(C) In a pool or the sea with no surf, float for a few minutes, be motionless. OR lie down on the ground under a tree, closing your eyes and thinking about how you feel. In winter you can do a similar thing by wrapping up in warm clothes, hoodies, scarves, jackets and lie down on outdoor furniture, or on the sand at the beach, or inside on a couch, doing nothing else but thinking about how you feel.
WAYS TO PRACTICE THIS METHOD -
Explore one of the 5 senses each day of the week - Monday-Nose, Tuesday-Eyes, Wednesday-Ears ... through to Friday. OR Pick one eg of relaxing and continue practicing it all week - e.g. this week deep slow breathing, next week listening to bird songs....
The point is to not just do it once and forget it, keep going back to your one relaxing choice throughout the day, so you keep relaxing yourself.
2. The daring choice of SETTING YOURSELF A CHALLENGE, daily or weekly. No, being a mum or dad is not the sort of challenge I'm meaning. To take up a challenge involves a contest, a trial or difficult task as in the past when challenges were issued to joust or duel. It was serious and life-threatening. I'm not encouraging you to go to this extent. The point is we need to be stretched or challenged in our "recreation", as Shakespeare said, "change our occupation", or as Simmons said, "change the object of our attention to one more elevated and worthy of thought." A challenge often brings this - a buzz of action, excitement, determination, energy... which refreshes us. A challenge will be different for each person.
How do you find a challenge? Often they are right there in the back of you mind or just in front of you ready to be picked up. Jessica Watson had been dreaming about her challenge for years before she actioned it. Jessica Watson. Arianna Stasinopoulos' challenge was almost impulsive but it did take time till it came into reality. Arianna Stasinopoulos.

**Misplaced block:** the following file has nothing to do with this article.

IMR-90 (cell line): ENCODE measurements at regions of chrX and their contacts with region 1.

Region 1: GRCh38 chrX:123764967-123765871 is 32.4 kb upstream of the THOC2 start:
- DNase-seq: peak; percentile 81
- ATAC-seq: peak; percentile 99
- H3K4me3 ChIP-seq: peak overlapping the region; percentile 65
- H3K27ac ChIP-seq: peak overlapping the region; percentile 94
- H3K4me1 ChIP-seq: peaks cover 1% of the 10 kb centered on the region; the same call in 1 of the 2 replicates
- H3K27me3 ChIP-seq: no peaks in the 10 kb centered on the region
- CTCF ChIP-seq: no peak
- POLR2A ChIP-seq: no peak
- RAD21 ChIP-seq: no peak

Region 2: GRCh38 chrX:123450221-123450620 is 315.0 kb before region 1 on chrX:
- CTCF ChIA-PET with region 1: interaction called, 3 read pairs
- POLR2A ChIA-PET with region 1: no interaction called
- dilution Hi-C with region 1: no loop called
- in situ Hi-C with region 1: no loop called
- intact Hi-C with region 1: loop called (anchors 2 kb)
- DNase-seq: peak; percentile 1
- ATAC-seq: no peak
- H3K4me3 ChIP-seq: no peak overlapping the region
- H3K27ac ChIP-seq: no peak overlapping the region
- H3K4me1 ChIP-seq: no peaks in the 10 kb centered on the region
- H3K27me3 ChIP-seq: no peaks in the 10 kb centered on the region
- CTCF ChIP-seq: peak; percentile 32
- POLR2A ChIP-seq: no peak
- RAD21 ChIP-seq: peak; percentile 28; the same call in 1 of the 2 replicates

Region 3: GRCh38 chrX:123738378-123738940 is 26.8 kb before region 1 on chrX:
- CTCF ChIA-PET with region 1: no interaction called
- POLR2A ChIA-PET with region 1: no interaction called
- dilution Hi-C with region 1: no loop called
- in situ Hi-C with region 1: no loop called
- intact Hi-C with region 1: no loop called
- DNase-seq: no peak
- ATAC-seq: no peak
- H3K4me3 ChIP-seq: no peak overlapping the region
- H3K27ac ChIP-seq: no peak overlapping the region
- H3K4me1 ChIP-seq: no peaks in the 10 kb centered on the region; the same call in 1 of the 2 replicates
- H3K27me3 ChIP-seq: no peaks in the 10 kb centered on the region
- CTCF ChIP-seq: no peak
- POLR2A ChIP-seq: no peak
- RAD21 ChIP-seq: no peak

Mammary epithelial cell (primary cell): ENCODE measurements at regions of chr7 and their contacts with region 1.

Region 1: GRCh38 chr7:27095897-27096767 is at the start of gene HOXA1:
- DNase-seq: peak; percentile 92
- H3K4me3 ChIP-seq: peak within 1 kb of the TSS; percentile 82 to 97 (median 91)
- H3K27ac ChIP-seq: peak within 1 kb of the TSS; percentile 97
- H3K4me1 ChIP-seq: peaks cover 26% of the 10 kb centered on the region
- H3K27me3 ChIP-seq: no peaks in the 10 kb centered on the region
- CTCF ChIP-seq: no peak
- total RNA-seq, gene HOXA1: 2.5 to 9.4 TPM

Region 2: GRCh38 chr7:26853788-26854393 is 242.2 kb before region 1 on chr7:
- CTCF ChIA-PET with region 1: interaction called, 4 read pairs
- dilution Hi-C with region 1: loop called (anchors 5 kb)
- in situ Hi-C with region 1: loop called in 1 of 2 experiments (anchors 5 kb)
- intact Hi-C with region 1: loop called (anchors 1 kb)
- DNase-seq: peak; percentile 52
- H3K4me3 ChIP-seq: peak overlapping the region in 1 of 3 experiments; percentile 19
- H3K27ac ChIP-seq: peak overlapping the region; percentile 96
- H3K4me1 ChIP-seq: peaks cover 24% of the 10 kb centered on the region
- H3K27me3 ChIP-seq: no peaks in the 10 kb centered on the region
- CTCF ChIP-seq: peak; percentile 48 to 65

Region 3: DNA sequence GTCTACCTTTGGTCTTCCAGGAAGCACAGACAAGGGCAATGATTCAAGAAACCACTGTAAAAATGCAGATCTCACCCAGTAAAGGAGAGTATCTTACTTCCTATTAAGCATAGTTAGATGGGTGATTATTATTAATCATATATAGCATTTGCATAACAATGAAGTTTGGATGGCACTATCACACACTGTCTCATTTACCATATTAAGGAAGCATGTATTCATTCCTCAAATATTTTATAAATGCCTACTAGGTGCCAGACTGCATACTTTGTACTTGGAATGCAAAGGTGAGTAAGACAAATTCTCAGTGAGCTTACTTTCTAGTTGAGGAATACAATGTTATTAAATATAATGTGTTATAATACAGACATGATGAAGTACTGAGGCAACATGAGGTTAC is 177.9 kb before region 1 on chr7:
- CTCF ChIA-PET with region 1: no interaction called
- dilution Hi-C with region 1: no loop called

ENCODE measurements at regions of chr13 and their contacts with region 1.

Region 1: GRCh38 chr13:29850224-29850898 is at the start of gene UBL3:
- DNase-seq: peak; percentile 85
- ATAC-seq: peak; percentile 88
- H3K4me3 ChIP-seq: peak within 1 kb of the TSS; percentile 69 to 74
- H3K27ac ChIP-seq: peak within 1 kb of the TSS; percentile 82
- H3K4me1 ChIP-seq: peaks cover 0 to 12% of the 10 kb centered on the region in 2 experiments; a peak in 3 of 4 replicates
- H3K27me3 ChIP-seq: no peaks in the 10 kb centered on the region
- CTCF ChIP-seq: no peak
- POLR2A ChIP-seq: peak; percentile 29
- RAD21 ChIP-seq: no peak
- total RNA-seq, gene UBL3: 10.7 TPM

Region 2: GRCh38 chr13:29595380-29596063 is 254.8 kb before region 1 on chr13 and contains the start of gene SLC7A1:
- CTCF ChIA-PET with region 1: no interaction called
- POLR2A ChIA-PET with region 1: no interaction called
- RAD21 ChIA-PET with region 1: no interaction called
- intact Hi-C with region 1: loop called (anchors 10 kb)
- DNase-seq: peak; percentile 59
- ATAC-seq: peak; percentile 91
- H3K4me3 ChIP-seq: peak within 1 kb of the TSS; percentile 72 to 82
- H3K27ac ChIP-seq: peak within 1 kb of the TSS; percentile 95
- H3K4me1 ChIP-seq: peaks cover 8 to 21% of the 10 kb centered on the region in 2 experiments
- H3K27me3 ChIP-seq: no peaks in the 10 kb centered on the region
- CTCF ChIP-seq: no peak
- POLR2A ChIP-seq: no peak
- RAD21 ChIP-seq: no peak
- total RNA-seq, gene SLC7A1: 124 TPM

One of my sisters told me she had read that it was good for everyone once they turned 40, to learn something new, every 5 years. To start from scratch, become a learner, a 'baby' again and go through the process of feeling useless, but by practice and perseverance, with lots of failures, to gradually improve and feel that excitement of developing skills. It is true.
A challenge for me this year has been in being part of a mums group which involves giving talks at times. I have never enjoyed the 'speaker' role as it's out of my comfort zone, but I'm working at it.
Another challenge last week was cutting our hedges. Normally I begin trimming them before we get into November, but I'd put-off the job, so tackled the generous summer growth in one hit. It was a physical challenge which I spread over 4 days a couple of hours per day. But as Shakespeare points out it was a change for me and yes it "eased" my "wearied parts", and slept well each night.
What challenge will you choose to tackle over summer? It must stretch you, but you need to be committed to it.
3. There's a third way you can be refreshed this summer and it's summarised in this quote.
"Are you tired? Worn out? Burned out? Come to me. Get away with me and you'll recover your life. I'll show you how to take a real rest. Walk with me and work with me - watch how I do it. Learn the unforced rhythms of grace. I won't lay anything heavy or ill-fitting on you. Keep company with me and you'll learn to live freely and lightly." Matthew 11 : 28 - 30 The Bible.
This talks about finding true refreshment, "recovering your life", not just having a happy summer holiday. This Christmas and summer I hope you will want to find refreshment like this, refreshment that lasts. Feel free to comment here or email me if you prefer - firstname.lastname@example.org
"LIVING WELL THROUGH THIS SUMMER : FOR CHILDREN AND TEENAGERS" - next week.
Have a GREAT Christmas - 3 days to go!!!! and wonderful summer (you Northern Hemisphere people just have to wait for it).